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Top Five Questions to Ask Your Cyber Liability Insurance Carrier 

David Trepp 

Protecting your business from a cyber attack has never been more paramount. Data breaches cost businesses an average of $4.24 million in 2021, a 10% rise from just a year earlier. The ongoing risk of businesses adopting remote or hybrid working models due to the pandemic has yielded a perfect storm for online hackers, and U.S. government agencies have issued warnings on potential increases in cyberattacks due to Russia’s invasion of Ukraine. Small and medium-sized businesses should take stock of their cyber liability insurance, even as premiums rise. In spite of this dramatic rise in premiums, cyber liability insurance can be money well spent. In order to get the most out of your cyber liability insurance policy, here are the top five questions you should be asking your cyber liability insurance carrier.  

What systems are covered?  

Your cyber liability insurance exists to protect your business from online risks relating to your information technology infrastructure and activities. You should ask your carrier if your policy covers online activities on mobile devices and cloud systems and applications. You should also inquire as to whether your coverage extends to vendor-owned or managed systems, as well as to any contractor hosts. Finally, if applicable, as biomedical and industrial control systems are playing an increasingly significant role across a variety of industries, you should ask your carrier if those systems are covered by your cyber liability insurance policy.  

Are there exceptions to coverage related to inadequate due diligence or due care?  

While most business owners are diligent in implementing the appropriate safeguards against a cyber-attack, few businesses have comprehensive, fully documented, rigorously managed cybersecurity programs. You should ask your carrier if there are exceptions to coverage related to inadequate due diligence or due care as it relates to vendor management and patch and configuration management. You should also ask if there are exceptions to coverage related to an inadequate risk assessment or test penetration program, including inadequate program documentation. And, as cyber security extends to all levels of your business, you should ask your carrier if there are exceptions to coverage as it relates to employee awareness and board or executive governance training. Of course, whether any of these exceptions to coverage exist within your policy, your top priority as a business owner is ensuring that you have applied as thorough a level of due diligence across all these areas as possible.  

What constitutes a covered data security breach?  

Generally, coverage provided by cyber liability insurance policies includes first-party coverage against losses such as theft, hacking, extortion, data destruction and denial of service (DoS) attacks. You should get the specifics, however, and ask your carrier if your policy covers a social engineering attack (i.e., phishing), a ransomware attack or even a physical attack. You should also ask whether an inadvertent disclosure of Personally Identifiable Information (PII) is covered, as well as whether state-sponsored acts or prior acts are covered. Finally, you should determine whether losses outside of a breach event are covered, such as a related client- or customer-led class action lawsuit.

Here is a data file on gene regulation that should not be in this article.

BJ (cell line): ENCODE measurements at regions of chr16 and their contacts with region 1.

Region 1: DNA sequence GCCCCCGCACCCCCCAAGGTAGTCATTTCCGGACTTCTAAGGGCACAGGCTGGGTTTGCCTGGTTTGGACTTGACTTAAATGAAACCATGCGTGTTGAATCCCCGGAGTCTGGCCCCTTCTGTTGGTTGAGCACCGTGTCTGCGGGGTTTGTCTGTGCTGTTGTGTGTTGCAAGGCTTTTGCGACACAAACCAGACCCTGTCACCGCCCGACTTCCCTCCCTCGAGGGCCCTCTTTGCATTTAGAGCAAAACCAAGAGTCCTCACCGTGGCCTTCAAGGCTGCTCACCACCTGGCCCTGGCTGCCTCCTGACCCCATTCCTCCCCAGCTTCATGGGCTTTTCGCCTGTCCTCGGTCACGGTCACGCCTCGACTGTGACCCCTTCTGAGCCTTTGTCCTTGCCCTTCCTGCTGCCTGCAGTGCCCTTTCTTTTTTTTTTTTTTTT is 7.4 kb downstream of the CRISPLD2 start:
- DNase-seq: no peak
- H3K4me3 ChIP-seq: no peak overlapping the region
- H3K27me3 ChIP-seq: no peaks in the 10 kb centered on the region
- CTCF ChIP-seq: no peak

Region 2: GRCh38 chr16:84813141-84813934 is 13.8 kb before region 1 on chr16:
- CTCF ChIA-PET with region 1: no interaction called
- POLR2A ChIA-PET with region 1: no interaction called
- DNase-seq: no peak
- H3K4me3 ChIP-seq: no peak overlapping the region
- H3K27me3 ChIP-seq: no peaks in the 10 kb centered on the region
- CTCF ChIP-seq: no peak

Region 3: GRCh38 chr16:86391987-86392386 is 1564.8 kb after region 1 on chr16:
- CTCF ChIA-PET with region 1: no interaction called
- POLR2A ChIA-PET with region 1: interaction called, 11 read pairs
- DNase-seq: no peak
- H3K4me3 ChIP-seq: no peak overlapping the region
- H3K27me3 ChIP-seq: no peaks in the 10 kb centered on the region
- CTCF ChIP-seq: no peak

What will the policy pay for? 

Business owners should be as specific as possible when discussing cyber liability coverage and plan to budget for any costs not covered by a potential breach event. You should ask your carrier if your coverage extends to business interruption and reputation loss (including post-incident public relations expenses). You should also ask your carrier if your policy covers any legal fees incurred, as well as any regulatory claims and fines. In the case of a ransomware attack, will your policy cover the ransom payment (in whole or in part)? You should also ask if your policy covers related expenses such as a criminal reward fund, investigative costs, forensics and recovery costs.  

Are there any overlapping provisions with my property policy? 

Most traditional commercial general liability and property policies exclude protection from a cyber-attack, but you should ask your carrier if there is any overlap to ensure you are not paying for the same coverage twice. Be sure to ask about business interruption provisions within your general liability or property policies in particular. 

As cyber-attack incidents continue to make headlines, small and medium-sized business owners need to protect their businesses and their customers from liability. Having a thorough discussion with your cyber liability insurance carrier is critical and should be done at least annually to ensure you are up to speed on the latest coverage changes. Finally, be brutally honest filling out any application or questionnaire your carrier sends you, as your claim may be denied for a fraudulent application.  

For more information about how BPM can help you navigate the cybersecurity liability insurance needs of your organization, or any other aspect of your cybersecurity efforts, please reach out to David Trepp at: [email protected] 



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